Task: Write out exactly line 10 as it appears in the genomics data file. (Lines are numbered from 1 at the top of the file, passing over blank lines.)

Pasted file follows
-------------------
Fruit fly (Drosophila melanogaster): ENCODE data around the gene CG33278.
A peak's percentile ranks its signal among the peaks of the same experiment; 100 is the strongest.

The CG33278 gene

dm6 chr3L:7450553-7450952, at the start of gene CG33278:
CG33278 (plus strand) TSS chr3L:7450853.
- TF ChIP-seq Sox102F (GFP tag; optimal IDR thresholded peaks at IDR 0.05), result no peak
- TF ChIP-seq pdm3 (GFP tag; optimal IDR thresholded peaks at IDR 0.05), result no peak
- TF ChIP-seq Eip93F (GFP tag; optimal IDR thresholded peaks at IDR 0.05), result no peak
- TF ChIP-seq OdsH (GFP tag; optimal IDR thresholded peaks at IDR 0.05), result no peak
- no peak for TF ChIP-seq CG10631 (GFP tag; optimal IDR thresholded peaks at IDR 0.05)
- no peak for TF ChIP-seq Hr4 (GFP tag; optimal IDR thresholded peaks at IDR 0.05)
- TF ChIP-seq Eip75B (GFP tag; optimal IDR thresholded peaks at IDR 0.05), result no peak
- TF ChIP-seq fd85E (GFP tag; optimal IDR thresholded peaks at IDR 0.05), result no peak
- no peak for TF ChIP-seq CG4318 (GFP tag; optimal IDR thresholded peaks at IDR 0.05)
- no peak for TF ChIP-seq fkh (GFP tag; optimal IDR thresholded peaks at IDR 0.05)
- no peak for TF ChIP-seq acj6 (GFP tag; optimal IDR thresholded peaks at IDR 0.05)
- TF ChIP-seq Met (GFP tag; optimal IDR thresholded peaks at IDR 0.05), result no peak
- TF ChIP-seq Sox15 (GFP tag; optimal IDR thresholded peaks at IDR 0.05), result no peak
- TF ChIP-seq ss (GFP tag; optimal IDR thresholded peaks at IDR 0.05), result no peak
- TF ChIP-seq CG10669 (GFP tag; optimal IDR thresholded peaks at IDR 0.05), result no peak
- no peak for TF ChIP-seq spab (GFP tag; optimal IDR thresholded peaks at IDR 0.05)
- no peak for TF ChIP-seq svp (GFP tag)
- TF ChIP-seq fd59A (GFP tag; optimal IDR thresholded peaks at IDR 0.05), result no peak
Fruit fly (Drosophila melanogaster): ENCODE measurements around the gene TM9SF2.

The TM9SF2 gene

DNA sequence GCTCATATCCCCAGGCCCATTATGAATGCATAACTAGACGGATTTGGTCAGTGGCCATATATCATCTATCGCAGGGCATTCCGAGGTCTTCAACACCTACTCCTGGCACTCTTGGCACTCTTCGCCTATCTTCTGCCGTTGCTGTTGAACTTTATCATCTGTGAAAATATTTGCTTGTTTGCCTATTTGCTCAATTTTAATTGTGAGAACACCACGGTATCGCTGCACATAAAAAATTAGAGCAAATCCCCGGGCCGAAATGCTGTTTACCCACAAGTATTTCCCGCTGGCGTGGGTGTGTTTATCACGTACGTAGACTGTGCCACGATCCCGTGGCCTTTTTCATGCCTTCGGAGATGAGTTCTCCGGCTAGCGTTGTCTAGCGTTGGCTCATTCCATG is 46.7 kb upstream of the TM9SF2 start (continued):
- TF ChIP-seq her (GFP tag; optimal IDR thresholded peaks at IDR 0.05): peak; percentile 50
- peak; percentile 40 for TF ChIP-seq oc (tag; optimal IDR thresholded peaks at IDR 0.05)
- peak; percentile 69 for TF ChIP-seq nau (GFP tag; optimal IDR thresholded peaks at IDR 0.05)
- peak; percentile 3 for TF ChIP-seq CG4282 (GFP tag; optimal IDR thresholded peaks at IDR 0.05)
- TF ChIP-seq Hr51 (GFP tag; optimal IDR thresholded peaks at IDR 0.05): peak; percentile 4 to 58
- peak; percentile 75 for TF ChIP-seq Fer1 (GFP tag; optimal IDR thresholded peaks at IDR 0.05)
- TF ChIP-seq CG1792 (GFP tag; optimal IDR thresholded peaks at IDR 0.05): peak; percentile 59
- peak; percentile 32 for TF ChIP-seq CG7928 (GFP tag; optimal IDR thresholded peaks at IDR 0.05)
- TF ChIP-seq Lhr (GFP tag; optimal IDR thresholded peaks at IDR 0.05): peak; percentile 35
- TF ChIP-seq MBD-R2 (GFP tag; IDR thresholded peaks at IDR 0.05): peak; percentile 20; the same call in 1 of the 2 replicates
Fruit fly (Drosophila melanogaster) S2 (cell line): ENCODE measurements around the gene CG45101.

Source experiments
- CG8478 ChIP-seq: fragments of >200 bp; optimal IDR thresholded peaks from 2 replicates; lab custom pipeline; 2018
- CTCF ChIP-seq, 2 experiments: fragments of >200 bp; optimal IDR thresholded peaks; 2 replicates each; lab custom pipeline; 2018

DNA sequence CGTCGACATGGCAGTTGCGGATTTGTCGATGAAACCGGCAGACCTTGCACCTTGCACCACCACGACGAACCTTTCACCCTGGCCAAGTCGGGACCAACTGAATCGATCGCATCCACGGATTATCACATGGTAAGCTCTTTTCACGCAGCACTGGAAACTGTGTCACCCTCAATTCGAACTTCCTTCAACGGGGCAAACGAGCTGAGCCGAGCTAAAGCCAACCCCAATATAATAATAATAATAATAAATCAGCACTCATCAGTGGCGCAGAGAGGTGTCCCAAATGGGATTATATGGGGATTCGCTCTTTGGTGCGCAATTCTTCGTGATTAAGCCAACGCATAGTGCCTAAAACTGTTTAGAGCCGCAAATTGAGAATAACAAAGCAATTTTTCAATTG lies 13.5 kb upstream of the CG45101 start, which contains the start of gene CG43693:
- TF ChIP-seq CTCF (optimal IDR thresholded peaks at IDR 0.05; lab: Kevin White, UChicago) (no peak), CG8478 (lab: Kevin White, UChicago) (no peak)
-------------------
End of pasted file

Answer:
- no peak for TF ChIP-seq CG10631 (GFP tag; optimal IDR thresholded peaks at IDR 0.05)